Boone Family Festival Saturday

Published 5:15 pm Tuesday, May 3, 2016

For some 13 years, Daniel Boone lived in what now is called Davie County.

As a teen-ager, his family moved here from Pennsylvania. Here, he hunted, traded and made trails – and fell in love. He married Rebecca Bryan in 1756.

Davie County was remote backcountry then, but apparently not remote enough for the wandering Boone, who often would be gone for months – even years – on hunting and exploration expeditions. Living off the land, he befriended natives and blazed trails westward that thousands would soon follow.

On Saturday, Davie County will celebrate its Boone heritage at the Daniel Boone Family Festival in Downtown Mocksville. The Davie County Historical and Genealogical Society will offer van tours to some of the county’s historic sites – some Boone related.

Re-enactors from Ft. Dobbs in Statesville are expected to be on hand, giving folks a glimpse of what people may have worn in the mid-1700s and talking to them about what life may have been like back then.

The festival kicks off at 10 a.m. on the square where craft and food vendors will sell their wares, including live plants from members of the Mocksville Garden Club.

One regular vendor will not be there. Carol Head, “the jelly lady,” died last month, but her daughter plans to sell some of the canned goods that her mother had already made.

There will be a free kid’s area with plenty of activities for the younger set.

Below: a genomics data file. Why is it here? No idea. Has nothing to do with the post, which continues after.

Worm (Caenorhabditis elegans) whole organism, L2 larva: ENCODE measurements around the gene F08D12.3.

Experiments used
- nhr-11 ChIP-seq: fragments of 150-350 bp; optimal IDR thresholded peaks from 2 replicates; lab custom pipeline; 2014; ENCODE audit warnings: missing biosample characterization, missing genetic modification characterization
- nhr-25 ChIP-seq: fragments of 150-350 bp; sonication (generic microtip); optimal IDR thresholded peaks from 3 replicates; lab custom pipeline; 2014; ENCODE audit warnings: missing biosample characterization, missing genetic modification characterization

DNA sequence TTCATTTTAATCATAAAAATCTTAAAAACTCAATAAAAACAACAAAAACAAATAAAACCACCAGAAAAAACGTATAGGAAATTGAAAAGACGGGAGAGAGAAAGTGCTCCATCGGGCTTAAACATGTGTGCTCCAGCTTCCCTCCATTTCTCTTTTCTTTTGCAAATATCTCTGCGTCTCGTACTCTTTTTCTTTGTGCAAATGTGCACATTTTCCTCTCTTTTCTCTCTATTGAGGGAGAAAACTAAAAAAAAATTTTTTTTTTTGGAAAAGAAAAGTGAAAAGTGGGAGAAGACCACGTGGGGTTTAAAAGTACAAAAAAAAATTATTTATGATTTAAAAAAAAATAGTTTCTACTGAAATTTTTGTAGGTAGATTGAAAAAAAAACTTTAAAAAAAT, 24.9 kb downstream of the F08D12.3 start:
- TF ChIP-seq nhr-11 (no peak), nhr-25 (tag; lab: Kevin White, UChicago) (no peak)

The outdoor Junker’s Mill stage will feature entertainment beginning at noon with the Davie County Community Band, a group of volunteer musicians of all ages.

The band will be followed on stage by Michael Decker, a magician who specializes in entertaining children.

At 2 p.m., the Flying Saucers hit the stage, playing Motown songs and hits from the 60s.

At 4 p.m., it’s contest time. Sign up to take a frozen t-shirt, unfold it and put it on. The winner gets a prize, as does the best wiggling in a Hula-Hoop. Entry fee is $5, and proceeds go to the Relay for Life, look for the booth on the way down Depot Street to the stage.

The Mystery Hillbillies bring their rockabilly and western swing sounds to the stage at 5 p.m.

Country singer and recording artist Tammie Davis headlines the day’s entertainment. She is scheduled to begin playing at 6:30 p.m.

There is no admission for any of the entertainment. Seating is limited, so bring a chair to enjoy a day of free music and fun. Food and beverages will be available. No coolers are allowed.

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